20th October 2018
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Support for young carers’ campaign

The SIC political leader Gary Robinson (second from left) and NHS Shetland chairman Ian Kinniburgh pledge their support for the 'Care.Fair.Share' campaign with members of the Scottish Youth Parliament, Catherine Hannah (left) and Kaylee Mouat (right).

The SIC political leader Gary Robinson (second from left) and NHS Shetland chairman Ian Kinniburgh pledge their support for the ‘Care.Fair.Share’ campaign with members of the Scottish Youth Parliament, Catherine Hannah (left) and Kaylee Mouat (right).

Civic leaders have pledged their support for the Scottish Youth Parliament’s campaign to ensure young carers are treated fairly.

Representing the Shetland Partnership, the organisation responsible for community planning, SIC political leader Gary Robinson and NHS Shetland chairman Ian Kinniburgh signed a pledge of support.

The national Care.Fair.Share campaign seeks a greater recognition of young carers’ situations so that they are not prevented from entering further education or being able to take part in social events.

It aims to alleviate financial strain on young carers and among its demands are:

• Addressing inconsistencies in the administration of the Educational Maintenance Allowance that result in many young carers losing their EMA entitlement;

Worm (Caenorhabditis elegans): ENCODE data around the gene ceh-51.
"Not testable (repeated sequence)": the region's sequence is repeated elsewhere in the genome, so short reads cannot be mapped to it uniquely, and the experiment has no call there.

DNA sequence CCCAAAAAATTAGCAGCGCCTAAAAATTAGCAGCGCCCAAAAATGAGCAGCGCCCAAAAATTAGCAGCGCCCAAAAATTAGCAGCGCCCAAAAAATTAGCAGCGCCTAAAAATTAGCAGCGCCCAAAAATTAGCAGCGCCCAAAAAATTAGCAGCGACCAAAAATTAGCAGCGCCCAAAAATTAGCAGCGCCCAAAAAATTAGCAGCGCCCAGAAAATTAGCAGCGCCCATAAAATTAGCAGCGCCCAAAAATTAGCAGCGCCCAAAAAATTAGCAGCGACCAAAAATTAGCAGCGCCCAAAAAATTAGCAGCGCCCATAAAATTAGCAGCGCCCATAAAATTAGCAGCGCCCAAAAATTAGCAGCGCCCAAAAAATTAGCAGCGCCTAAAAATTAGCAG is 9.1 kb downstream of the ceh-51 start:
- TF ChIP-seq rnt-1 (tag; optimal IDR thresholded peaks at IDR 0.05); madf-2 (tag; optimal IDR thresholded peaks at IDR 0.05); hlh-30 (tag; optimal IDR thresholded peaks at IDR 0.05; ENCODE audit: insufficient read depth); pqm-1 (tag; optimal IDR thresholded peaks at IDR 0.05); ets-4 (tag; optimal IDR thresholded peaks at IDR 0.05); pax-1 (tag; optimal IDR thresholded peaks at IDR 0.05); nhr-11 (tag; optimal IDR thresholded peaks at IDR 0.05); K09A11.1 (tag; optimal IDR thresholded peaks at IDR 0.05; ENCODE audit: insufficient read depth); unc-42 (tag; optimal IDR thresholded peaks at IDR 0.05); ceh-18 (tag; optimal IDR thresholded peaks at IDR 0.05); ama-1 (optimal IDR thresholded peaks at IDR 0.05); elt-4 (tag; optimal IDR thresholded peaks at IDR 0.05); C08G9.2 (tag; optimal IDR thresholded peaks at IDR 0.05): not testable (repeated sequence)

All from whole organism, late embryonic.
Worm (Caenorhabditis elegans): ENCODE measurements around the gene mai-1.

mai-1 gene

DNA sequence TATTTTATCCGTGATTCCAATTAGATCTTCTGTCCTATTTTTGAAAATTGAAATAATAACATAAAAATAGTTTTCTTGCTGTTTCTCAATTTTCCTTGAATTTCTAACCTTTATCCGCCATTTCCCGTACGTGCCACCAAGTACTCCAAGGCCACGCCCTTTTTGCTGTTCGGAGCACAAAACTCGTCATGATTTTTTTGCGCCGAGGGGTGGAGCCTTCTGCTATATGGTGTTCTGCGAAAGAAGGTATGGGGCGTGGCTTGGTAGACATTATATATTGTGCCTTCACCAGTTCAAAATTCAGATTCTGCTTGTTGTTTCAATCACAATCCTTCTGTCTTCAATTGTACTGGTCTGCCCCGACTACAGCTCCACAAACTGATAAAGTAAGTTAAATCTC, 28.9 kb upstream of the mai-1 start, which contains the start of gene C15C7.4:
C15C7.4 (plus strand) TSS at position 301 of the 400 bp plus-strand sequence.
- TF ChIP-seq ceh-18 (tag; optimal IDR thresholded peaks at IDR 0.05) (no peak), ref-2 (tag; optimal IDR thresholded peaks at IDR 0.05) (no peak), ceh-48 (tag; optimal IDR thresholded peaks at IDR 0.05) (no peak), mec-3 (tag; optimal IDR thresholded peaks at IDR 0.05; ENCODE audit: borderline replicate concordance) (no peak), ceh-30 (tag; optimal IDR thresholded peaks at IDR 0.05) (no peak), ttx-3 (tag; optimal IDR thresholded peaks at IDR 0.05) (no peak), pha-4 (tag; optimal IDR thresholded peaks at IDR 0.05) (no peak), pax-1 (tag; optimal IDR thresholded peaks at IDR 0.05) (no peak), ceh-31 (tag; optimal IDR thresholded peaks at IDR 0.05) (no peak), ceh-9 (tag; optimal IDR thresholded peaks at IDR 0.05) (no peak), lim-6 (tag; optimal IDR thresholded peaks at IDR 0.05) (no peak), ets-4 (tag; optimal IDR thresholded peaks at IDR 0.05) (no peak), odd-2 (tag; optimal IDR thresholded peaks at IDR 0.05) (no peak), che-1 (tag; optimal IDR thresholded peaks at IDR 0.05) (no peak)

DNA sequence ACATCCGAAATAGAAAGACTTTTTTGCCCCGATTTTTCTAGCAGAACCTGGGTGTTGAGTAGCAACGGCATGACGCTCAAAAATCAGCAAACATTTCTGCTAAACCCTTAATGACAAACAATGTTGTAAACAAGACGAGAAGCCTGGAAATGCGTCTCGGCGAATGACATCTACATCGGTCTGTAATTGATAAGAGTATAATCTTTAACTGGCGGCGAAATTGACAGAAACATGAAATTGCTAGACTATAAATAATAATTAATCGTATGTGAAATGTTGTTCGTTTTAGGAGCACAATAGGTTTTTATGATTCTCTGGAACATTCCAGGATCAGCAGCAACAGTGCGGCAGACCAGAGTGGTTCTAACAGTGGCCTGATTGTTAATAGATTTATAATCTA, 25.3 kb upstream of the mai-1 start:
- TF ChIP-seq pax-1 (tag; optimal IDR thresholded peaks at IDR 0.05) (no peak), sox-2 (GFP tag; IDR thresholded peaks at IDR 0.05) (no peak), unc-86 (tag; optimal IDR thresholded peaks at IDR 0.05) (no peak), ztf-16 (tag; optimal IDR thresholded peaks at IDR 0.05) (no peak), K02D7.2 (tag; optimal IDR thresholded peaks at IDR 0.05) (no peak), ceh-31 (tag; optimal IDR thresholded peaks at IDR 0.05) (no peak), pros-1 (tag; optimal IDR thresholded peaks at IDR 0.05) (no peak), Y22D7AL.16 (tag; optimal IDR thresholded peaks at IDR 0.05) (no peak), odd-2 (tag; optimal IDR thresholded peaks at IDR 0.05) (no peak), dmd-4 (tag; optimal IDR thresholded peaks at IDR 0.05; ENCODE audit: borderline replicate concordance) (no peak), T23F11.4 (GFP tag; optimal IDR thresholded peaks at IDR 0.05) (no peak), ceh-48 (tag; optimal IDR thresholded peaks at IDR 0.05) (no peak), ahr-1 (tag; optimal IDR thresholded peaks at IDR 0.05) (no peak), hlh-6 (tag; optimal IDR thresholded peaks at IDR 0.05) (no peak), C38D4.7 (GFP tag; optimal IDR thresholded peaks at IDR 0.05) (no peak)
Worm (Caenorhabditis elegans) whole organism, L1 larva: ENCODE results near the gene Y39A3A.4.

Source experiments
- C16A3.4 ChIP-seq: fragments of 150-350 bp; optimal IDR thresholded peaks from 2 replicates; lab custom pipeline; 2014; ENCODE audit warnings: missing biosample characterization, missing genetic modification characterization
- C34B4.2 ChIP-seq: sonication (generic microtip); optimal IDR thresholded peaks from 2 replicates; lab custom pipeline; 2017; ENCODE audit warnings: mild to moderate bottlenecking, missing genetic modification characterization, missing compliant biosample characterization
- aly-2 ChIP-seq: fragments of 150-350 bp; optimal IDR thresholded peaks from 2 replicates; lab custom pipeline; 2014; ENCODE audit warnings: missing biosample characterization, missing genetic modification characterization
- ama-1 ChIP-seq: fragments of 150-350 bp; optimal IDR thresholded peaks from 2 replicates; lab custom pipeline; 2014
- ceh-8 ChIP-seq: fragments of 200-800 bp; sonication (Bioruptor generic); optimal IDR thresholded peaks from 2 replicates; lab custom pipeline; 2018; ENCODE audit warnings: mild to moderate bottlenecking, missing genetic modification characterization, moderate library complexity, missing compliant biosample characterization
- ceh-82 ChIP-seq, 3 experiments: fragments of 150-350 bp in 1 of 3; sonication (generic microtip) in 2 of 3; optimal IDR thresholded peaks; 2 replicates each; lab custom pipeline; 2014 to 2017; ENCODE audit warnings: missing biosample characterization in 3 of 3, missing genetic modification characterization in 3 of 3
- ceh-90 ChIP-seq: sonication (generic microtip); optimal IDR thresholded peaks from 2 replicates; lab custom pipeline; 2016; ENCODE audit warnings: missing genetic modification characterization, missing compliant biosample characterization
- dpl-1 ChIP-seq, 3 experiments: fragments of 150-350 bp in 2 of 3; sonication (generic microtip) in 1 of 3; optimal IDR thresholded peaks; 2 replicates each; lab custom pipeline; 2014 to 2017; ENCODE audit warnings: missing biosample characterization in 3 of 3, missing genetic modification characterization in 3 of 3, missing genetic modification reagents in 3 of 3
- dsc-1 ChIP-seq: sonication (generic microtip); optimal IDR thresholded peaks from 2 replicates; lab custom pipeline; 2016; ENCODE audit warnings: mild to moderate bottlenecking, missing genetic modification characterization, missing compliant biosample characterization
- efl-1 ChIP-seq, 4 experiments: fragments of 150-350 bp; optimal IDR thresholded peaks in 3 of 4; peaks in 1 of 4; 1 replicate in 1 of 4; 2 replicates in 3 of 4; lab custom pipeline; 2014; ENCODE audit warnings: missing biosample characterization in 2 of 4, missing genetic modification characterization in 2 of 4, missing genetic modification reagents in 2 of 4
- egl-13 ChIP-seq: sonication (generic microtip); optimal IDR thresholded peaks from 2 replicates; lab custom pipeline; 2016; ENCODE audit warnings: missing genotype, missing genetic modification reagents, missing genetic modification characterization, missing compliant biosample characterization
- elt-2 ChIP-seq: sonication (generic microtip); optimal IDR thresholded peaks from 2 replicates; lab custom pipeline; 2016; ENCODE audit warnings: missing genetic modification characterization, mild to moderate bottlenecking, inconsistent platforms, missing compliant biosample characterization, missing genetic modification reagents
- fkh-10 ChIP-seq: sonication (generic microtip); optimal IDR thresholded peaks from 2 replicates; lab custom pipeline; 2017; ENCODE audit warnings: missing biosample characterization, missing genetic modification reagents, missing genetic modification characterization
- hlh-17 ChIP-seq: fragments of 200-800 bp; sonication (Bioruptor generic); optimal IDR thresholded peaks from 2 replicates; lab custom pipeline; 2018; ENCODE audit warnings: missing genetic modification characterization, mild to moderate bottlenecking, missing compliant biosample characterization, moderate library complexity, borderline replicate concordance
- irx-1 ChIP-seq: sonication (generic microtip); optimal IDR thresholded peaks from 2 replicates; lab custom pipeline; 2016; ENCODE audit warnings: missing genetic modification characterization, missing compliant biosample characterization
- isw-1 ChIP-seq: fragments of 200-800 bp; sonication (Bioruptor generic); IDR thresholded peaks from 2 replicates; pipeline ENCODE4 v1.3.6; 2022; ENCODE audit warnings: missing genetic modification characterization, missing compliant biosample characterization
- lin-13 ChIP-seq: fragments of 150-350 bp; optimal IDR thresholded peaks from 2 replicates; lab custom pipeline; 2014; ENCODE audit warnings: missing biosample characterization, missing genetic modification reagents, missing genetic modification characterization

• Additional funding for young carers struggling to afford further education due to their caring responsibilities;
• Alleviating the cost of travel for young carers between school, work, and home to fulfil their caring and education duties.

Mr Robinson said: “I’m pleased to support the principles of the Care.Fair.Share campaign to give young carers a fair chance. Many young carers live on low incomes and suffer financial strain trying to look after family members whilst trying work part time or study.

“We need to take steps to address this wherever we can.”

Mr Kinniburgh added: “Young carers provide an essential service to their families and society and the resulting financial hardship and inequality of access many young carers face in Scotland is unfair.

“It is estimated that the work of young carers directly benefits the UK government by around £1.6 billion annually. We should recognise the contribution they make by supporting change to improve their life chances.”

The Shetland Partnership works together to meet the Shetland Community Plan which is a long term vision for Shetland. Community planning involves public, private and voluntary and charitable organisations working together, with communities.

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